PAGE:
20. I am of opinion with respect that the view taken by the Calcutta High Court in The King-Emperor v. Upendra Nath Das and The King-Emperor v. Barendra Kumar Ghose and by the Madras High Court in Muthukumaraswami Pillai v. King-Emperor is correct, and that, once we come to the conclusion that there has been no error on any point of law referred to in the certificate of the Advocate General, it is not open to us to consider any other question not covered by the certificate of the Advocate General.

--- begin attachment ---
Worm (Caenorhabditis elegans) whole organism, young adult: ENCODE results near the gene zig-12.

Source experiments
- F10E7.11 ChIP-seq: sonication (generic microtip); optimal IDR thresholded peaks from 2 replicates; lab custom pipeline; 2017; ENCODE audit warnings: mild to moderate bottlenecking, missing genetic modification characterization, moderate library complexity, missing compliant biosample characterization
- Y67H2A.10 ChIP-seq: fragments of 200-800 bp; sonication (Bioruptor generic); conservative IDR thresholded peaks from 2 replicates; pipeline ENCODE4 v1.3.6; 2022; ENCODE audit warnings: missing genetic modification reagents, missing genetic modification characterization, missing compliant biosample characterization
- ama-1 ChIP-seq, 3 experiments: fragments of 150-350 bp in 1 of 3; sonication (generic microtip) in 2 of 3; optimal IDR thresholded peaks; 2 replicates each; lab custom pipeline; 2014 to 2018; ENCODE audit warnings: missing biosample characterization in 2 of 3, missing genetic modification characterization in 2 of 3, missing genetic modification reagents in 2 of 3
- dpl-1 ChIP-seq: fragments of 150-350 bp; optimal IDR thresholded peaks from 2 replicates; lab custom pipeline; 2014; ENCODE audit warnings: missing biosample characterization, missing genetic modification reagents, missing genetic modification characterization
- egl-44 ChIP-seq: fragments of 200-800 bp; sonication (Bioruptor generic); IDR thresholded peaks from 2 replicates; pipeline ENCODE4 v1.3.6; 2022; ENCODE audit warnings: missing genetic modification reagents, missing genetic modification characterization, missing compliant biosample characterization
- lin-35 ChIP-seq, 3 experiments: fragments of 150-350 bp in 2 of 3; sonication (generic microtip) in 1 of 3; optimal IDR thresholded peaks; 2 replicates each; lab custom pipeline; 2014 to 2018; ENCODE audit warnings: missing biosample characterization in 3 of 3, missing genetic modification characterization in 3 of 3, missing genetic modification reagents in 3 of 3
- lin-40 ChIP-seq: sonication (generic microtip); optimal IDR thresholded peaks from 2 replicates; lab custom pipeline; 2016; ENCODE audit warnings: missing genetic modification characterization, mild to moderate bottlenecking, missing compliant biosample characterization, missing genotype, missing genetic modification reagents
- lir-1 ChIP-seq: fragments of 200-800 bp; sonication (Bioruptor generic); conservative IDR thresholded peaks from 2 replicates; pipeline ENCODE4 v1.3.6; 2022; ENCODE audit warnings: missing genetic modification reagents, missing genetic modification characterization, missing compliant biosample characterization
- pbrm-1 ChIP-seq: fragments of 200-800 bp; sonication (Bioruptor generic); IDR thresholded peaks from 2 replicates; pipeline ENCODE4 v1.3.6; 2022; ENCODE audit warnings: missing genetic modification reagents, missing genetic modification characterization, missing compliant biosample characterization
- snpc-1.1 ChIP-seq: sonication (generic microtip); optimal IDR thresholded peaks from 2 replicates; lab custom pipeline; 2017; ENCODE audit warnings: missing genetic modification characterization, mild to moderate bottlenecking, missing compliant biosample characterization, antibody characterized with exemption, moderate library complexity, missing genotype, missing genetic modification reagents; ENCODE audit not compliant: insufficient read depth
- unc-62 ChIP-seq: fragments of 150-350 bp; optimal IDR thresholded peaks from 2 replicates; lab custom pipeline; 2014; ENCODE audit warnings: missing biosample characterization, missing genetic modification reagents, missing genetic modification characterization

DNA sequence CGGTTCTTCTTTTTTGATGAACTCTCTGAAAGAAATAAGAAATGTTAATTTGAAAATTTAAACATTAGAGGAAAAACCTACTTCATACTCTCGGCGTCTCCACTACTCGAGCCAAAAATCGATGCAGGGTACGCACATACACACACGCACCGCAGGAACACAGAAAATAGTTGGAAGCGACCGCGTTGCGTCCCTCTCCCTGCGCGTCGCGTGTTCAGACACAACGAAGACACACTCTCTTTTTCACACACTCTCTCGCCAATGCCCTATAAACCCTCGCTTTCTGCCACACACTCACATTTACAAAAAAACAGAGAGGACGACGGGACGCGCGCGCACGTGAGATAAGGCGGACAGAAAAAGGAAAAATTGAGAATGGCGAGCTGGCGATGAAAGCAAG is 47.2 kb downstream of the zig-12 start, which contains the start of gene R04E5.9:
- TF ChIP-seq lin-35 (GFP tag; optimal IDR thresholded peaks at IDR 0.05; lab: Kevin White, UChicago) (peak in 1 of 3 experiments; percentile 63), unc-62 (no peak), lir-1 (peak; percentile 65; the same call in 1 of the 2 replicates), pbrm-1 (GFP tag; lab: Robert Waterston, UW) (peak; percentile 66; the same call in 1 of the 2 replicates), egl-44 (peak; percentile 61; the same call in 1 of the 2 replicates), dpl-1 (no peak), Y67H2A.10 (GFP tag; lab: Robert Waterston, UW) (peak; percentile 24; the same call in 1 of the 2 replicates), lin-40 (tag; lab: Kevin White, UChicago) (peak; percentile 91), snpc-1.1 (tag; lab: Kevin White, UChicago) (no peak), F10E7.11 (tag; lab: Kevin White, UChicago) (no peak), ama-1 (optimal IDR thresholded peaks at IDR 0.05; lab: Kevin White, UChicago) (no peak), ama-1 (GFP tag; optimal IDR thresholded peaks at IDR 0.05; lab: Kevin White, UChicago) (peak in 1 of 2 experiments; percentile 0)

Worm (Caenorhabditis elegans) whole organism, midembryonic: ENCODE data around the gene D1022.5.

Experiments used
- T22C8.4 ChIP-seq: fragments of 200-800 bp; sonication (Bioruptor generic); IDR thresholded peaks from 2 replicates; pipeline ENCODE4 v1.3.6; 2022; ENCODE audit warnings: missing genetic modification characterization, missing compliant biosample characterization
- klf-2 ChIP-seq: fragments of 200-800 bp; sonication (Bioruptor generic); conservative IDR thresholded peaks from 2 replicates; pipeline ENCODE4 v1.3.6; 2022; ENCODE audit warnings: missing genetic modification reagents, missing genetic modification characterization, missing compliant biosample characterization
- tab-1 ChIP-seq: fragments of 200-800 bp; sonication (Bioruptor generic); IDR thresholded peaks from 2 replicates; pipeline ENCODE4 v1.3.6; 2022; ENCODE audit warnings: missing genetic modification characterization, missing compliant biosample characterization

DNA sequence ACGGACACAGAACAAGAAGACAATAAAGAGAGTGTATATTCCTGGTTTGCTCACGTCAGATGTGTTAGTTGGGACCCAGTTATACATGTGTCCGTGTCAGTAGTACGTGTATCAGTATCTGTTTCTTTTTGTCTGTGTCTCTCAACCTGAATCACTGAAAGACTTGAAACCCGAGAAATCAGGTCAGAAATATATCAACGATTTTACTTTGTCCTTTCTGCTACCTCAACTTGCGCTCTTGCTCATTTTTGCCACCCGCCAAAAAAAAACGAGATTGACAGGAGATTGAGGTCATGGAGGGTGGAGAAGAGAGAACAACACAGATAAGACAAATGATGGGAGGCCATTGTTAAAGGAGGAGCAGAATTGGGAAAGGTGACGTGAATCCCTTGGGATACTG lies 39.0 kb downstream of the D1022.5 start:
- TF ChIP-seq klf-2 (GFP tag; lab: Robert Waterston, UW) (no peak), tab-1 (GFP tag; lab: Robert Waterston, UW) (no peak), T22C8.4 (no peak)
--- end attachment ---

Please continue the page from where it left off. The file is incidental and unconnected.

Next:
21. On this view of the case it is not open to us to consider the point raised by Mr. Ghaswalla for accused No. 1, that there was an error on a point of law in the charge of the learned Judge with regard to the applicability of exception 1 of Section 300 to the facts of this case. Even, however, if we were at liberty to deal with this question, I am not prepared to say that there is any error of law in the learned Judge's charge on this point. Exception 1 to Section 300 was relied on by the counsel for the accused at the trial, although it had not been pleaded by either of the accused in their statements. The learned Judge has referred to this exception in his charge and has put it to the jury that no case of grave and sudden provocation, such as would reduce the offence from murder to culpable homicide not amounting to murder, had been made out on the evidence. That view appears to me to be fully justified. The evidence of all the witnesses showed clearly that it was accused No. 1 who struck the first blow. All that the constable did was to ask the accused, as well as Haji Abdulla and the other persons in the crowd, to move on. It is in evidence that when accused No. 1 resented this interference and asked the constable who he was and gave him a push and told him to go away, the constable raised his shirt and showed the policeman's belt which he was wearing under his shirt. He also warned accused No. 1 not to push him again. Thereupon accused No. 1 slapped the constable, and it was after this that the constable caught hold of accused No. 1 by the collar of his shirt. This is the story given by Mahomed Sujauddin and by Yasinkhan. The evidence therefore shows that the accused must have known before the fight began that the deceased was a police constable. Haji Abdulla has stated that as soon as the deceased raised his shirt and showed his belt he recognised it as a policeman's belt. The mere request or order to the accused to move on cannot possibly be regarded as such provocation as could in any way justify the act of the accused in attacking the constable. The constable was acting in the exercise of his duty in asking the accused and others to move on. Even if it could be argued that the action of the constable in asking accused No. 1 to move on, or in seizing him by the collar of his shirt after accused No. 1 had struck him, may to some extent have provoked accused No. 1, the provocation certainly could not be regarded as grave. In order that exception 1 should apply it must be shown that the provocation was so grave and sudden as to deprive the accused of the power of self-control. But an even more important consideration is that the stabbing which was the cause of the constable's death was done not by accused No. 1 but accused No. 2, and there is nothing whatever in the evidence to show that the slightest provocation had been given by the constable to accused No. 2. The altercation which occurred was between accused No. 1 and the constable. It was accused No. 1 who resented the constable's interference, not accused No. 2. It was not accused No. 2 who was seized by the constable or struck by him. It was after the constable had been knocked down three times that accused No. 2, at the request of accused No. 1, deliberately went and obtained a knife from some one in the neighbourhood and came back and stabbed the constable, who at the time was lying on the ground. His act was not done suddenly on the impulse of the moment and was absolutely unprovoked. The learned Judge was therefore perfectly justified in pointing out to the jury that even this exception which had been put forward by the counsel for the accused did not apply. The learned Judge has undoubtedly expressed his own opinion on this point in an unduly emphatic manner. But I am not prepared to say that the language used by him can be regarded as amounting to a direction to the jury that exception I did not apply. The utmost that can be said is that it was a very emphatic expression of the learned Judge's own opinion that the exception did not apply. It does not amount to a misdirection.